Darius Lovehall is a young black poet in Chicago who starts dating Nina Mosley, a beautiful and talented photographer. While trying to figure out if they've got a "love thing" or are just "... See full summary »
The pressures of fame have superstar singer Noni on the edge, until she meets Kaz, a young cop who works to help her find the courage to develop her own voice and break free to become the artist she was meant to be.
Two brothers, survivors of family tragedy, take different life paths: one falls for a high-spirited waitress and dreams of success, the other follows a life of petty crime. Their lives reconnect in shattering fashion.
Jada Pinkett Smith,
In 1981 in L.A., Monica moves in next door to Quincy. They're 11, and both want to play in the NBA, just like Quincy's dad. Their love-hate relationship lasts into high school, with Monica's edge and Quincy's top-dog attitude separating them, except when Quincy's parents argue and he climbs through Monica's window to sleep on the floor. As high school ends, they come together as a couple, but within a year, with both of them playing ball at USC, Quincy's relationship with his father takes an ugly turn, and it leads to a break up with Monica. Some years later, their pro careers at a crossroads, they meet again. It's time for a final game of one-on-one with high stakes.Written by
In an interview with the Los Angeles Times, Sanaa Lathan said her basketball tryout was terrible because she'd never played before. "It was so embarrassing because literally I didn't know how to dribble. I didn't know how to hold the ball. But I'm proud of how it looks [in the movie]. I had no idea I would be able to do it." See more »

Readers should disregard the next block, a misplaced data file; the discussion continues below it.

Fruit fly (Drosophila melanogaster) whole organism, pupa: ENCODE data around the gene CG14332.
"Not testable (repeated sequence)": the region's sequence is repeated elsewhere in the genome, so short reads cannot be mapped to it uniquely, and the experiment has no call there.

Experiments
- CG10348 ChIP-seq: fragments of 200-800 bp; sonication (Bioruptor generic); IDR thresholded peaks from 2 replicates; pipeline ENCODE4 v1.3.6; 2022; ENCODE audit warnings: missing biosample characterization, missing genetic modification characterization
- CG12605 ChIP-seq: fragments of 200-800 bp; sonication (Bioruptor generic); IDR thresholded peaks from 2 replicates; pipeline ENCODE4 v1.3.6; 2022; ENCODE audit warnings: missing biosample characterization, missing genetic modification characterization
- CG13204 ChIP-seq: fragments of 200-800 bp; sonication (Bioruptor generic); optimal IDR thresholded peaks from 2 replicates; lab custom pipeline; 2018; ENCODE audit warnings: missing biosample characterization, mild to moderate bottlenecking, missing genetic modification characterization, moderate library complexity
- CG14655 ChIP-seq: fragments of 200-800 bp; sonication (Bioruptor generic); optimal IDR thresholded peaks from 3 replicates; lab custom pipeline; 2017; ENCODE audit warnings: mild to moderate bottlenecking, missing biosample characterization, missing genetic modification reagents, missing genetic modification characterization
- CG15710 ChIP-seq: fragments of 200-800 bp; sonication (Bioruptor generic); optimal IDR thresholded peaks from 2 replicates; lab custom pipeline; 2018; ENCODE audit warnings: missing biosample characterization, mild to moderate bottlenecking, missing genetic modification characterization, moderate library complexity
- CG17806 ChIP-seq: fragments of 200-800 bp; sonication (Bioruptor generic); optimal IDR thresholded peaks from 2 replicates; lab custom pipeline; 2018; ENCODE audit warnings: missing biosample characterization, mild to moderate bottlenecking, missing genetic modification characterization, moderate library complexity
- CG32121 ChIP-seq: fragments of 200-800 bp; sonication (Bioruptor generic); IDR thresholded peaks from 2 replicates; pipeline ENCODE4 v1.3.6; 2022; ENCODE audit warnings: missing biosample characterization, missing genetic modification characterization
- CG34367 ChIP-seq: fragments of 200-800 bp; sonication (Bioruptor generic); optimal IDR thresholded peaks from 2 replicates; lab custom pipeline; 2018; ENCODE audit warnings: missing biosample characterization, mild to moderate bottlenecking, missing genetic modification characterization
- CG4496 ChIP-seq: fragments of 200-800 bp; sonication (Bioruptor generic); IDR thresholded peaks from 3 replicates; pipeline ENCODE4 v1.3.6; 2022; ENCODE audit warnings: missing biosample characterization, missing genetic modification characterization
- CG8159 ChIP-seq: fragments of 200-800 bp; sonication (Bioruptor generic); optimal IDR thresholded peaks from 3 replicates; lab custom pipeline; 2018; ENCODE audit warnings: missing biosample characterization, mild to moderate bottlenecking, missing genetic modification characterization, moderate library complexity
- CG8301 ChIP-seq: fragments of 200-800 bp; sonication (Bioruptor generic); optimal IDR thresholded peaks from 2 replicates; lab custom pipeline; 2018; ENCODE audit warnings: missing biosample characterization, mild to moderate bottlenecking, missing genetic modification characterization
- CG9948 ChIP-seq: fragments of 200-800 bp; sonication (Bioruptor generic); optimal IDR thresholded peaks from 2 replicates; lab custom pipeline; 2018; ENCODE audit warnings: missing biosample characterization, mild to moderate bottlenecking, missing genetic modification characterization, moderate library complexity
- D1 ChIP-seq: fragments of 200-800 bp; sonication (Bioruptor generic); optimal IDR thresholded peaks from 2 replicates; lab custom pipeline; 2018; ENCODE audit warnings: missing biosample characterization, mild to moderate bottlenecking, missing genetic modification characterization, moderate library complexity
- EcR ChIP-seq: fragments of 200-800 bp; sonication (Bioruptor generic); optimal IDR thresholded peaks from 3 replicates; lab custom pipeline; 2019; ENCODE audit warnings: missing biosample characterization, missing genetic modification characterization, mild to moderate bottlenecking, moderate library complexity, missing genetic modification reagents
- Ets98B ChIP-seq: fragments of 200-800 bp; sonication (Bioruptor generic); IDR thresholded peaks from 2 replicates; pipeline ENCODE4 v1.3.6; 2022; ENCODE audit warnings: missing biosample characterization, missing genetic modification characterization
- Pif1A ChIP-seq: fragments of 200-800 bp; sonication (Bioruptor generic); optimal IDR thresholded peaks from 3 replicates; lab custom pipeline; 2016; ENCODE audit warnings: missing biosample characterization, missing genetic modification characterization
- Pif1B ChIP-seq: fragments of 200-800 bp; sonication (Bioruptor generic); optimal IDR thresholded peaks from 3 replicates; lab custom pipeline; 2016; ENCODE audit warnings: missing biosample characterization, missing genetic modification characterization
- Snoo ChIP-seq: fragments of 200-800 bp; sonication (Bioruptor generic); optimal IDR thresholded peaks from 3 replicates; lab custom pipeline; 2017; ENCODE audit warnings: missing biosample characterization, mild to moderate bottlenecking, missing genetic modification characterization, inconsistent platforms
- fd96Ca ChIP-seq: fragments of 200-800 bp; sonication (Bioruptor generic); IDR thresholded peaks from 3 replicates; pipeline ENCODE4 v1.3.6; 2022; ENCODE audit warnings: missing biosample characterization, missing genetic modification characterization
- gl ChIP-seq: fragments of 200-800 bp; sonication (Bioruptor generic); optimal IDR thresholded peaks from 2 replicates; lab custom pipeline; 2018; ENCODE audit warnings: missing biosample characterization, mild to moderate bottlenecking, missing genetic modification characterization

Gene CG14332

During the final one-on-one basketball scene, Quincy and Monica both have the ball in one shot. See more »
I Wish I Didn't Love You So
Written by Frank Loesser
Performed by Marvin Gaye
Courtesy of Motown Records
Under license from Universal Music Enterprises See more »
Intelligent romantic comedy with a feminist touch.
I loved that Monica was fierce about her love of basketball, had a quick temper on the court, and knew exactly what she wanted. I kept waiting for her to punch out those idiot female high school classmates of hers who kept picking on her because she was a tomboy. There was a nice contrast between Monica's independence and the traditional homemaker route that her mother took. The subplot about the troubled marriage of Quincy's parents was also well done. I have seen other basketball movies ("Above The Rim" and "He Got Game" comes to mind), but this is one of the better ones, esp. since it tells the story from the viewpoint of the female athlete, and an African-American one, at that. I wholeheartedly recommend this. It's free of the fluff that permeates other romantic dramas.
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